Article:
The Wharf Revue 2018: Déjà Revue

The Wharf Revue 2018: Déjà Revue
Written and created by Jonathan Biggins and Drew Forsythe. Sydney Theatre Company. Riverside Theatres Parramatta, September 13 – 15, 2018, and touring.

The 2018 Wharf Revue is hitting the road from Parramatta – and why not? It’s the cultural hub of the West; a host of faithful followers have almost booked out the first three-nights of the tour; and Riverside audiences are more than receptive to political satire – they have a Powerhouse of puns to prove it! What better place to perfect its topical pace before the Revue makes its way to the Wharf in November via Penrith, Nunawading, Belrose, Wollongong, Canberra and Wagga Wagga! 

This year’s cast no longer includes the multi-talented Phil Scott, who has been the musical muse of the team since its beginning on a makeshift set at Wharf 2 over 15 years ago. His flying fingers on the keyboard, pithy parodies and impish impressions of the longest serving prime minister since Menzies were highlights of revues past – and it doesn’t seem quite the same without him. You are missed, Mr Scott!

Jonathan Biggins and Drew Forsythe, however, remain as the indomitable backbone of the show, their political perception and unbounded energy underwriting a revue that continues to be satirically hard-hitting. They are joined this year by Rachel Beck, Douglas Hansell and musical director Andrew Worboys, in a performance that lampoons state, federal and international politics in the cleverest ways possible.

Imagine Malcolm Turnbull as a page-boy Cinderella on a pantomime set of pale pink striped canopies. Imagine Forsythe as the ugly step mother Abbott, complete with red and yellow frilly lifesaver bonnet. This ‘fairy tale’ rise to power in a panto-style sees Hansell as the dark Prince Dutton, and Rachel Beck as the immediate past PM as she tells of her fate: “Fair weather friends, That’s how it ends … Fallen from grace, Slapped in the face, Poor little me”.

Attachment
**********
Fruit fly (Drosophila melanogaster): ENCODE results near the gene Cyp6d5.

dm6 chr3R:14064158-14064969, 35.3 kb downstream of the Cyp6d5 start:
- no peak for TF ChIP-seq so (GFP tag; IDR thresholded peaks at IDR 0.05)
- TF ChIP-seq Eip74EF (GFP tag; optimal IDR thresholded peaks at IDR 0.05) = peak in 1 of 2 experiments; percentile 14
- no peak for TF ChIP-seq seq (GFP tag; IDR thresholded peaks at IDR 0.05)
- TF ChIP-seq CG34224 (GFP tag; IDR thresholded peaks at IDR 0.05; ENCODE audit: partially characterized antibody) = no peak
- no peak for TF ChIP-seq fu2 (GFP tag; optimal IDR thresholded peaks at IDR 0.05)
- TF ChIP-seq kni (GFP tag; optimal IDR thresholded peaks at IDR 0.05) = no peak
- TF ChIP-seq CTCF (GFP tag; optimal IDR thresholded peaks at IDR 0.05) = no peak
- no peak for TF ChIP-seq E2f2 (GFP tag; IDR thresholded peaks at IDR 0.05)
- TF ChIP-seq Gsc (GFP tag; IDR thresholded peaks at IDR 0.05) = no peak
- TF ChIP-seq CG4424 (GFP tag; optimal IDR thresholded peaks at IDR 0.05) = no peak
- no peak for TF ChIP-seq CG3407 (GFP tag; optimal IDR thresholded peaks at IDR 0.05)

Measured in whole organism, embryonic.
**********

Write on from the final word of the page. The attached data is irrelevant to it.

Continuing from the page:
This sets the pace for a scaffold of skits and sketches, not all of them political. The five performers, dressed in plastic body suits and caps, form a plastic percussion orchestra on drums of green garbage tins. Using a variety of plastic ‘drumsticks’ – bottles, toys, tubing –and an alliterative rhythmic rap, they trace the expanding uses of plastics … and the deplorable effects of plastic waste. Serious satire – and one that would transfer well to the small screen in the War on Waste.

NSW transport cops a blow with Beck as Berejiklian in visi-vest and hard hat. All four men in white shirts, blue ties, grey trousers are Mathias with mobiles in The Book of Cormann. The Labor Caucus Room is punished in a policy-pondering pasting to “Sit Down You’re Rocking the Boat”. Hansell uses the songs of Johnny Cash to send up a year of hubris for Barnaby Joyce. Biggins and Beck play Bob Brown and Sarah Hanson-Young in a reprise-with-new words of Biggins’ popular “Green Ban” rap. Beck does a beautiful impersonation of Michaelia Cash: ‘I am loud, I am brash, I was born with a tongue that can lash.’And Forsythe takes Pauline Hanson through a “misconscrewed” maze of mispronunciations and malapropisms.

Then they go international, with Beck as both Melania Trump and Stormy Daniels and Biggins in a bigger and better wig trumping the US President as he tries to convince Forsythe, a suave Putin, and Hansell, a sexy Silvio Berlusconi,to let him into their leadership club. Drew Forsythe draws the overseas empire together as a very slow and dignified Queen, with Beck as her groveling Prime Minister.

Fast costume and character changes work faultlessly and dance routines are executed with funny finesse – especially a restoration-style gavotte by Beck and Hansell. But it is the music that causes some concern. Along with the clever impersonations, the witty repartee and parodies are intrinsic to this sort of revue – and it’s no good if they are drowned by backing that is so loudly amplified that it drowns the voices. Turn the amps down a bit please and let the words resound!

Carol Wimmer

Image: Drew Forsythe and Jonathan Biggins in Sydney Theatre Company’s production of The Wharf Revue 2018: Déjà Revue © Brett Boardman.

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